U.S. Mint officials propose using the eagle-design reverses from classic U.S. coin designs — such as the eagles from the Walking Liberty half dollar and Morgan dollar — for upcoming Proof versions of American Eagle platinum coins. Citizens Coinage Advisory Committee members strongly objected to the proposal.
The Citizens Coinage Advisory Committee has given a resounding thumbs-down to the U.S. Mint’s plans to reissue classic coin designs on some of its high-priced platinum Proof and bullion coins.
During an Oct. 18 telephone meeting, the panel urged the Mint to give its artists a free hand to offer more modern designs for coin series whose sales have fallen sharply in recent years.
“My message is, ‘Let’s do something modern, something new,’ ” said CCAC Chair Gary Marks.
“I really think you need to go back to the drawing board on this one,” said Michael Moran, who described himself as a big fan of classic coins.
Moran and the other nine CCAC members on the telephone call were virtually unanimous that returning to classic designs for U.S. coins would be a step backward and away from the committee’s repeated calls for more contemporary designs.
If anything, several committee members look to some of the recently rejected coin designs for a new series, saying designs that did not work well for particular coins might go well in the higher-priced platinum and gold series.
What triggered the discussion was a request from the Mint for help devising a new theme for the reverses of the American Eagle platinum program.
Since 2009 the reverses have featured the six principles of the Preamble of the U.S. Constitution. That series will end next year with a design that illustrates Securing the Blessing of Liberty.
Mint officials came armed with charts showing falling coin sales and a study showing both “classic Eagle” designs and “classic coin” designs were highly popular among the Mint’s customers.
That prompted a Mint Sales and Marketing briefing paper’s suggestion that the Mint should “launch a new multi-year series featuring classic Eagle designs on the reverse.”
The reverses of seven coins depicting eagles — the Walking Liberty half dollar, 1904 Barber quarter dollar, Morgan silver dollar, Standing Liberty quarter dollar, a 1797 Capped Bust, Heraldic Eagle gold coin, 1797 Draped Bust silver dollar and Gobrecht silver dollar — were suggested along with retaining the current Lady Liberty obverse in the series.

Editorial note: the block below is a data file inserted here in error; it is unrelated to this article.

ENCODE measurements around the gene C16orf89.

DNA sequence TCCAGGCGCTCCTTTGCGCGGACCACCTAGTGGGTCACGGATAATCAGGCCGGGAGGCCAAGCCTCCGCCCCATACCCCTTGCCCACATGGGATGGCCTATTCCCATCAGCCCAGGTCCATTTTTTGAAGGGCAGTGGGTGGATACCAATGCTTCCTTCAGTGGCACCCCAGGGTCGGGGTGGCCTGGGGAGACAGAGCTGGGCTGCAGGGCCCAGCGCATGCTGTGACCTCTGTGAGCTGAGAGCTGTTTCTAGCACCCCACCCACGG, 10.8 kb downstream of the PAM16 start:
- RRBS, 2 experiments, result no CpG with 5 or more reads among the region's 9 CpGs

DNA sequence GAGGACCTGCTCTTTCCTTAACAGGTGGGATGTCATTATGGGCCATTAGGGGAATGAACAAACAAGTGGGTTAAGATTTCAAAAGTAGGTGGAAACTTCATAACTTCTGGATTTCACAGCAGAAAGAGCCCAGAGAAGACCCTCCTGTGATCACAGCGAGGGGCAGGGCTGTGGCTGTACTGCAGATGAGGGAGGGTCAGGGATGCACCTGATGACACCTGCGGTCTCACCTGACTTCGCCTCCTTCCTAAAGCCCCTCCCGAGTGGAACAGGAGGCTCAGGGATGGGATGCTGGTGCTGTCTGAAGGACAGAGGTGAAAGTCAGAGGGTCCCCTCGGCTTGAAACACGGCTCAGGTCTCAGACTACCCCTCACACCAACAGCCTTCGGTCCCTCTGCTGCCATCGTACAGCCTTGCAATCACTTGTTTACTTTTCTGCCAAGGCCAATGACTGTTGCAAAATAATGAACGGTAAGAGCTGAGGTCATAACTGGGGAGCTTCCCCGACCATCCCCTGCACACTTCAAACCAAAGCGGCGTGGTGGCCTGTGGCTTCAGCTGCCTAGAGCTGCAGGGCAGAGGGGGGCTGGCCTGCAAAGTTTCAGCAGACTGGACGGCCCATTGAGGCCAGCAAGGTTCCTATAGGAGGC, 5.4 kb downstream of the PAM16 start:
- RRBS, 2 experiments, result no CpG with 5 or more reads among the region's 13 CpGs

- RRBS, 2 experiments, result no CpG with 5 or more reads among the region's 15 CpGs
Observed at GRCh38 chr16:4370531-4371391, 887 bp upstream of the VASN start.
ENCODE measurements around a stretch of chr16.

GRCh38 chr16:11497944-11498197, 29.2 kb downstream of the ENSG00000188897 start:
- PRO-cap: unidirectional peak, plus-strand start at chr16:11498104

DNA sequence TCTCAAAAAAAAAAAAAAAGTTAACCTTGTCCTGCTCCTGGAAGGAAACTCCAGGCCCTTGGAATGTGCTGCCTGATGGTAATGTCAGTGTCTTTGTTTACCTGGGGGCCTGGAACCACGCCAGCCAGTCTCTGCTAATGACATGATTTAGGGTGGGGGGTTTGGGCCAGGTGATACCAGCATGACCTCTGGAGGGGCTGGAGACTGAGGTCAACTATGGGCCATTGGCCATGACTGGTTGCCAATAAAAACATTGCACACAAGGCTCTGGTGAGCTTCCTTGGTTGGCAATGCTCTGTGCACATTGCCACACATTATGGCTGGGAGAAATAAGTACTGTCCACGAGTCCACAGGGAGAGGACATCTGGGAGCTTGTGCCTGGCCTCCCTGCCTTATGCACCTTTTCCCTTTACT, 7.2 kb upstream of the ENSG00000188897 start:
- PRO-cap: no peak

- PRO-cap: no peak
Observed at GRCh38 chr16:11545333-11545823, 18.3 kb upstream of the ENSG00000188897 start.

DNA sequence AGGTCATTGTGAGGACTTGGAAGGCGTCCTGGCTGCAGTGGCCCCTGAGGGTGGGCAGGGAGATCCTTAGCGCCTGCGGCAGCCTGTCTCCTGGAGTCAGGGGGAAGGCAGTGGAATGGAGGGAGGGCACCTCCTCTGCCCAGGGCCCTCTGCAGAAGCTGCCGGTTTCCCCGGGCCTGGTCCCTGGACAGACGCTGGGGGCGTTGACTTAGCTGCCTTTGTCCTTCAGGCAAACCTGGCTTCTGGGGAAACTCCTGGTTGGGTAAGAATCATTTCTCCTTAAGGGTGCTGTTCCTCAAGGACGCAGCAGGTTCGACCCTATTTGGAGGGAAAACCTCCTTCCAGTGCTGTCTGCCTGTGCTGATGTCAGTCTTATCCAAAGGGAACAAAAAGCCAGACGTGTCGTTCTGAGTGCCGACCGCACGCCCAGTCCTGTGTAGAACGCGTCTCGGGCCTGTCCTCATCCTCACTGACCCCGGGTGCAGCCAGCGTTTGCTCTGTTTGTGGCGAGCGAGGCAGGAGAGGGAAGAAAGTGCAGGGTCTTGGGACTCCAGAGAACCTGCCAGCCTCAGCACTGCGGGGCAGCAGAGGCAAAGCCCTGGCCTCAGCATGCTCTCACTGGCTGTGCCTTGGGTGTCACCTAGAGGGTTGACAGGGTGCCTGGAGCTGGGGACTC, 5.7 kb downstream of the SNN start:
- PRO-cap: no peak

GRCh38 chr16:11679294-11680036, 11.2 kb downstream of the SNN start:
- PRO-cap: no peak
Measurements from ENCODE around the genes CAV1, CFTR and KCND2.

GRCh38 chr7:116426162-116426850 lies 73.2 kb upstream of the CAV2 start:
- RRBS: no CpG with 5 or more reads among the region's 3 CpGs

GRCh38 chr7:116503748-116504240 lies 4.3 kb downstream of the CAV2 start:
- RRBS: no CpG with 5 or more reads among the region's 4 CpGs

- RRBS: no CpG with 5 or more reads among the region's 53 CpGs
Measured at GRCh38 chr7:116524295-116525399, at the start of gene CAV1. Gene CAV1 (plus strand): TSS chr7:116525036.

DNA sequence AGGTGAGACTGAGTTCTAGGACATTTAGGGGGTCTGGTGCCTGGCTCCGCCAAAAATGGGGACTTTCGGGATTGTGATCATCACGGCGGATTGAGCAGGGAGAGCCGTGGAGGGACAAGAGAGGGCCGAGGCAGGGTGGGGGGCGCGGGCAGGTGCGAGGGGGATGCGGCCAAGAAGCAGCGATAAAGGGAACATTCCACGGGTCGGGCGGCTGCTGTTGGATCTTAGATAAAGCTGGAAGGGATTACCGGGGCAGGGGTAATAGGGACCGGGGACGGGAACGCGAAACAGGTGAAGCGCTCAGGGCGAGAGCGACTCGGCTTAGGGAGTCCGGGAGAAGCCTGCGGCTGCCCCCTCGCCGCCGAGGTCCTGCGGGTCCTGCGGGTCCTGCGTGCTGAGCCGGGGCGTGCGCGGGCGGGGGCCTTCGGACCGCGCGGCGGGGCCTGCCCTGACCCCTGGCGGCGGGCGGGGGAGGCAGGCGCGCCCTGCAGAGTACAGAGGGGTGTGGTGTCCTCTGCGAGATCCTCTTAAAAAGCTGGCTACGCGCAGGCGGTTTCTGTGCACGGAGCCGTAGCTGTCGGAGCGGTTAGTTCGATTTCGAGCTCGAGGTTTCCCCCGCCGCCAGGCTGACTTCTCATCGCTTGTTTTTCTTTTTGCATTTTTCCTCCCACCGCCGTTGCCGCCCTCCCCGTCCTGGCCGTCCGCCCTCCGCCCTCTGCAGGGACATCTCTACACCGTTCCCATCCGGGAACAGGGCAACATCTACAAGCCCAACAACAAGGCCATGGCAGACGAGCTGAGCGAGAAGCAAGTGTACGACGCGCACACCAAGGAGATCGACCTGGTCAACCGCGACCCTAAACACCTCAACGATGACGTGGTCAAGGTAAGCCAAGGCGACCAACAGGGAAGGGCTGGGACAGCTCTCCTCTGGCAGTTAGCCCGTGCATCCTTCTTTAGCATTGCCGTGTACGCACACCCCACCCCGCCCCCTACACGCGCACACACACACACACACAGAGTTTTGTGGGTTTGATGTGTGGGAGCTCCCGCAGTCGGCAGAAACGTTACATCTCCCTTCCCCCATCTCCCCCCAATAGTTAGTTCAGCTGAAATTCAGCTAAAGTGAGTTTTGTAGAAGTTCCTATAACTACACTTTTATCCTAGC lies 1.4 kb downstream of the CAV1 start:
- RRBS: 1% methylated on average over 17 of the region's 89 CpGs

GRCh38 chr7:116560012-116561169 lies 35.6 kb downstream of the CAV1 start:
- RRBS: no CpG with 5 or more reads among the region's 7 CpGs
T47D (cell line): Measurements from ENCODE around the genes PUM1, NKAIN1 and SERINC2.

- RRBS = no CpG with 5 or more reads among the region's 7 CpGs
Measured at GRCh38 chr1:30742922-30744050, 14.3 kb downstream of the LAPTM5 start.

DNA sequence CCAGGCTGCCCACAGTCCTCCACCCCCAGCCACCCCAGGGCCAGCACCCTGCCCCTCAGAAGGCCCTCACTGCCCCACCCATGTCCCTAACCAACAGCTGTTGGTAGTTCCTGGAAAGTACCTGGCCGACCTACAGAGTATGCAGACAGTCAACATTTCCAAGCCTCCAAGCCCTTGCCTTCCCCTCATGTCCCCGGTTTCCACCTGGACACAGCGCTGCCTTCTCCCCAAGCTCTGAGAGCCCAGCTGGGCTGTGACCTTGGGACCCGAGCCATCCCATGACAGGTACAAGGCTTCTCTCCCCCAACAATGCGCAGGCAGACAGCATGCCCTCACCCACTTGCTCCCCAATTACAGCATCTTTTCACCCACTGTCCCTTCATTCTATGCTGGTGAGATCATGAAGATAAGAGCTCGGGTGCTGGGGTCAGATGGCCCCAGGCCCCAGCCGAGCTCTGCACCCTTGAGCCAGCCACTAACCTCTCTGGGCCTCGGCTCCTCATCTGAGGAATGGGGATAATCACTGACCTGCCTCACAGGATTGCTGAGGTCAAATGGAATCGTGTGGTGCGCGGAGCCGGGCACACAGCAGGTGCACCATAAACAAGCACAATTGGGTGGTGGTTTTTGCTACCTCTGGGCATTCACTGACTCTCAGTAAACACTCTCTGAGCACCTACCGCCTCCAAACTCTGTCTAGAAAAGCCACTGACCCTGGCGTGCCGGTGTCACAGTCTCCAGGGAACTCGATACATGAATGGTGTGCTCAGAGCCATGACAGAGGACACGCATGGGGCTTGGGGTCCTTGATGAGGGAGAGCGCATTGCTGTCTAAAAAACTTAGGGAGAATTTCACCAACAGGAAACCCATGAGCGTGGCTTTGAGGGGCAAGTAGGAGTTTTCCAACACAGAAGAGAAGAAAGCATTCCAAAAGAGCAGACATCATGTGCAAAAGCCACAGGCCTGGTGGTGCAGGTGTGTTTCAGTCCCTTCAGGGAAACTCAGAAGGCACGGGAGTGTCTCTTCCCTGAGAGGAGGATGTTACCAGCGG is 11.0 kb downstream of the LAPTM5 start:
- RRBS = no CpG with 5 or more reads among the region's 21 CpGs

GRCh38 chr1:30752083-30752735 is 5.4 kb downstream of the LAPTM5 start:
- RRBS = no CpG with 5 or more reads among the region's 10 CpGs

For 2017, the 20th anniversary of the American Eagle platinum coin program, the Mint was proposing “the classic Augustus St. Gaudens $20 gold piece obverse and reverse designs in platinum proof.”
“This would be the only coin in the series not to feature the ‘standard’ platinum program Lady Liberty on the obverse and would be the first coin to feature a new obverse and reverse,” said a Mint briefing paper.
Several members of the committee challenged the idea of retaining the same obverse and said that was a question the Mint should have put to its customers.
Marks noted that the CCAC has consistently argued for more contemporary designs. The suggestions that classic designs will sell well “gets tired and stale,” he said.
“I really think this direction is wrongheaded,” he said.
Michael Olson, an Iowa collector, said placing classic designs on one side of a modern coin produces a “disjointed coin that makes no sense.”
“We need some fresh designs and ideas,” he argued.
Heidi Wastweet, a Seattle sculptor who has worked with private mints, worried the U.S. Mint might attempt “replica” coins for some of the classic coins instead of using the actual dies for those coins.
She was one of the committee members urging Mint officials to look in the agency’s archives. There is wonderful potential there from the Mint’s own artists and the Mint should “make them the rock stars,” she said.
When Jack A. Szczerban, branch chief of the U.S. Mint’s Precious Metals Group, questioned whether the coin designs needed an overall theme, Wastweet said, “No.”
“The artists would be delighted to be free,” she said.
Jeanne Stevens-Sollman, a Pennsylvania artist who has served on international coin design panels, told the committee she find U.S. coins are “not on the edge.”
And she said she feared the Mint’s plan would be “digging ourselves back into a hole.”
“We have to jump off the board and go swimming,” she said.
The Mint had sought the committee’s ideas on where it should take the platinum program. Marks said he expected the question would be re-examined at a future meeting.
In its only other action during a two-hour meeting, the CCAC gave its unanimous endorsement to the latest Code Talker Medal designs.
The committee endorsed designs approved by officials from the Menominee Tribe of Wisconsin for the World War II code talkers it sent into combat.
The endorsed obverse features an infantryman with a rifle in one hand and a radio-telephone in the other as three fighter planes pass overhead.
The recommended reverse features the tribal Thunderbird symbol surrounded by the symbols of its six clans and sprigs of rice.
The committee recommended that the placement of a canteen and the hands of the infantryman on the radio device be re-examined.
The design will also be reviewed by the Commission of Fine Arts before it goes to the Treasury secretary for final say on how the medal should appear.
The commission was scheduled to have considered the medal at its Oct. 17 meeting, but that meeting was delayed until November because of the government shutdown. ■